Greetings to our dear readers! Having accepted TWWK’s invitation to write for Beneath the Tangles, we decided that blogging about old school anime (anime produced in the 80’s and in prior decades) would make for an interesting addition to the blog and introduce fans to some great old series. This column shall point out and discuss themes in old school anime from a Catholic viewpoint. Hopefully, the articles will both encourage you to explore older anime and provide ideas which will enrich your meditations on the Faith.
The salient feature of Ashita no Joe‘s plot lies in that it is a conversion story, pure and simple. All my articles on this show will relate to this major point, and no better starting point for this conversion story exists than in the unfortunate state of Joe’s hard heart. Diamonds are less solid! Joe trusts no one, believes in nothing, and the notion of a good deed performed without an ulterior motive strikes him as pure fantasy. If God now demanded the two coins of humility and charity from Joe for his entrance into paradise, Joe could offer nothing!
To make this journey of conversion more difficult, our hero throws up every possible obstacle he can. In Joe’s trial, it comes to light that Joe was abandoned by his parents at a young age, escaped from his orphanage, and has since lived as a drifter relying upon his fists and his street smarts until about his seventeenth year. This life in nowise may be expected to produce a gentle heart! Yet, he has the good fortune of meeting Danpei Tange, a retired boxer living as a homeless drunk. Danpei becomes enamored of Joe’s fists, and persists in persuading Joe to take up boxing. The first person to show Joe any kind of affection in a long time, Danpei does things like cover him with his overcoat when Joe goes to sleep and shields Joe from a beating by interposing his own body, which sends Danpei to the hospital. When at last Joe caves in to Danpei’s entreaties, Danpei becomes Joe’s guardian and works night and day so that Joe might concentrate on training. At the same time, a group of brats (I’m sure the Japanese term gaki applies to them) befriends Joe, but this association does not lead Joe to become a better person–despite the sincere affection the kids have for Joe.
Simple kindness does not suffice to break down a hard heart. A merely downtrodden heart may gain its old fire through the application of kindness, but a hard heart must be remade: “And I will give you a new heart, and a new spirit I will put within you. And I will remove the heart of stone from your flesh and give you a heart of flesh” (Ezekiel 36:26). Suffering and punishment break a hard heart even as love shows it the way to true repentance. Certain hearts are blind to love. What do you think that Joe is doing as Danpei slaves away at construction sites and denies himself decent meals for Joe’s sake? Joe skips training and employs his little gang in various money making schemes and in his plot to destroy a gang of yakuza! His avarice eventually leads him to defraud the wealthy Yoko Shiraki out of a substantial sum of money. Like Joe, we feel like Yoko has ulterior motives in giving to charity–especially since Yoko calls the news when she wants to do something charitable! But, this does not give one the right to steal from her.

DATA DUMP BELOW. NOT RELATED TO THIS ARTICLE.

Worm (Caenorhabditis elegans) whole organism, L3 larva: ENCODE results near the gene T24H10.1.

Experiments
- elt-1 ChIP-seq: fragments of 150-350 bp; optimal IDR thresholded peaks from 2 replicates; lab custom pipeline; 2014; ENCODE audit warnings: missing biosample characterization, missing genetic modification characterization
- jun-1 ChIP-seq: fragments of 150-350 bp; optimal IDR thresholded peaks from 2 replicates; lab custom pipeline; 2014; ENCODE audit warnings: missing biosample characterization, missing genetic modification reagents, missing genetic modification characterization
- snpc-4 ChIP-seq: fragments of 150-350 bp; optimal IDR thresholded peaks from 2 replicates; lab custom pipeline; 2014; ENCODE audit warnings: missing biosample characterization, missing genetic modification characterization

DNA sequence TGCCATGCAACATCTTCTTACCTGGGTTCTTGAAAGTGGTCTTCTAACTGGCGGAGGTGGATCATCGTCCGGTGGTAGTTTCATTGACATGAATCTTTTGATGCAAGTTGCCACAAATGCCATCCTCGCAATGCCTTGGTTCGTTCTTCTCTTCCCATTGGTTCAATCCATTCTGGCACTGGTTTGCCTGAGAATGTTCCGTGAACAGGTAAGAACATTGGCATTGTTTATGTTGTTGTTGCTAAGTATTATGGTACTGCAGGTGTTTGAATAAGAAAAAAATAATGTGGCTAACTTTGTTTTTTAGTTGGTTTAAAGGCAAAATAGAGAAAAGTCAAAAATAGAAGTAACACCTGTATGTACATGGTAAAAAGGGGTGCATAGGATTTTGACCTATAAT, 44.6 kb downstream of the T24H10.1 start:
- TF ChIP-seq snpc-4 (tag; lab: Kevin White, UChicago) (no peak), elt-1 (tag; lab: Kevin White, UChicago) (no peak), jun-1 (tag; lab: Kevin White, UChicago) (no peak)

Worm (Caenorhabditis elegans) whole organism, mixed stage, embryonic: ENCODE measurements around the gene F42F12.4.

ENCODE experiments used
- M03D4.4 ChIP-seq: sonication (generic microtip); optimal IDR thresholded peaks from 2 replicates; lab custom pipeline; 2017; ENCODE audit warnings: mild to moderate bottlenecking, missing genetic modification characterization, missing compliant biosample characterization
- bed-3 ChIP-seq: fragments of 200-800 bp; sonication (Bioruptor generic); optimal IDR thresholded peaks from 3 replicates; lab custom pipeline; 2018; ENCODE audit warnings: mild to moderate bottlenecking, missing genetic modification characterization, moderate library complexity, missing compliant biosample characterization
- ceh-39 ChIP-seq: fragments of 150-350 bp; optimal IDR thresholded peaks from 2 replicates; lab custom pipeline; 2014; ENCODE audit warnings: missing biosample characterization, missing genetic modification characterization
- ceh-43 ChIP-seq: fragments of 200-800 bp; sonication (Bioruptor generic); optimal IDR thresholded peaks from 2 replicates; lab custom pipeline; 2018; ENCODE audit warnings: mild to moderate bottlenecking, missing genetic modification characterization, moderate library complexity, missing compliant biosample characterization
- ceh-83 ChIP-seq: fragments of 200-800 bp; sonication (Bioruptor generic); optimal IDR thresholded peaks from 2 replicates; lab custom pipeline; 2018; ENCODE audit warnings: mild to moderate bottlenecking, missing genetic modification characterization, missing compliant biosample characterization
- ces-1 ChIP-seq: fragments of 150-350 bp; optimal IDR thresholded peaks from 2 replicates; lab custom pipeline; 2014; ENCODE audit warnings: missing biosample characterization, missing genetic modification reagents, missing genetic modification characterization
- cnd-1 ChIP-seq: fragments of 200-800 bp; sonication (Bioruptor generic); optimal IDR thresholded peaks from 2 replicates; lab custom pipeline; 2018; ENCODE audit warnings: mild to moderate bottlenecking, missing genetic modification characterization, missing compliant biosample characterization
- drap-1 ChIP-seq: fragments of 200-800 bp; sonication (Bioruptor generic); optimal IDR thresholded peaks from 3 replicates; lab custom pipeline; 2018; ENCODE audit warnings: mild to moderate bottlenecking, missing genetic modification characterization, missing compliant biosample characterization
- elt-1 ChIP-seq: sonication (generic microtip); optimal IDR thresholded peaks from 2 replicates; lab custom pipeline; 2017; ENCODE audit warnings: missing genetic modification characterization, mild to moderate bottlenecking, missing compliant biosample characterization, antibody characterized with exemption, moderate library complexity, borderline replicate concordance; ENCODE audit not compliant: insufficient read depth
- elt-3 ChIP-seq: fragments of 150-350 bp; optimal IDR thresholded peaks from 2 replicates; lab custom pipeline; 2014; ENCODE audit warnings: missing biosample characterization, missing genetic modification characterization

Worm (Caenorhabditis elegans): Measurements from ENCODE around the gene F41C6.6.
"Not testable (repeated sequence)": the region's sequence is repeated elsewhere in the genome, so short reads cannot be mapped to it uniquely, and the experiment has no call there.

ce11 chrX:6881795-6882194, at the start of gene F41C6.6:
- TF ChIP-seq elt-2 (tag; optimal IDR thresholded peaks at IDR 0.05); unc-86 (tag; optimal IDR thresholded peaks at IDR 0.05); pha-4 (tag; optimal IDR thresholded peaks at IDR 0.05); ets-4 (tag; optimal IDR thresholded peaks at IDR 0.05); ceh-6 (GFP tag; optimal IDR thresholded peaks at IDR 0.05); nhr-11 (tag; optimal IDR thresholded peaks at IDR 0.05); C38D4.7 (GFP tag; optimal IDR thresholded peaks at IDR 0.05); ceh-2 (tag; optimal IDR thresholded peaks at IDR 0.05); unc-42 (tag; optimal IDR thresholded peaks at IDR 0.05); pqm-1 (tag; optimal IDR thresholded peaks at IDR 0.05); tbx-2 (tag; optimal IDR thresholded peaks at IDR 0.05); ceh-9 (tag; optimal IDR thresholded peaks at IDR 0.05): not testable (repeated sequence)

These actions force Danpei to come to grips with Joe’s rottenness, and he forcibly takes Joe down and hands him into police custody. Before and during Joe’s trial, people keep trying to find reasons to offer Joe a lenient sentence–anything less than thirteen months of incarceration at a maximum-security juvenile detention facility! Well, Joe bursts out laughing at their efforts to provide reasons for leniency. Their attempts strike him as hypocrisy: they do not care about Joe but rather wish to feel good about themselves in doing Joe a good turn–as Yoko does to Joe’s way of thinking. The only person for whom Joe shows respect is Danpei, because Danpei admits to having ulterior motives behind wanting to train Joe to box. However, Joe becomes enraged to hear Danpei say that he also wanted to see Joe in the ring for the sake of the sport–an idea incapable of forming in someone who only thinks of himself! After peals of maniac laughter and selfish outbursts, Joe exhausts the judges’ patience, and they throw the book at him.
However, the moment after the trial gives us hope for the salvation of Joe’s humanity. As he’s dragged away in the paddy wagon, he sheds tears for the loss of his liberty for over one year, as if he has been snapped out of his sinful stupor and realized the harm he did himself. Through this most unlikely series of events, a crack has formed in Joe’s diamond-like heart: that object harder than adamant, a heart suffused with pride, shows signs of breaking at last!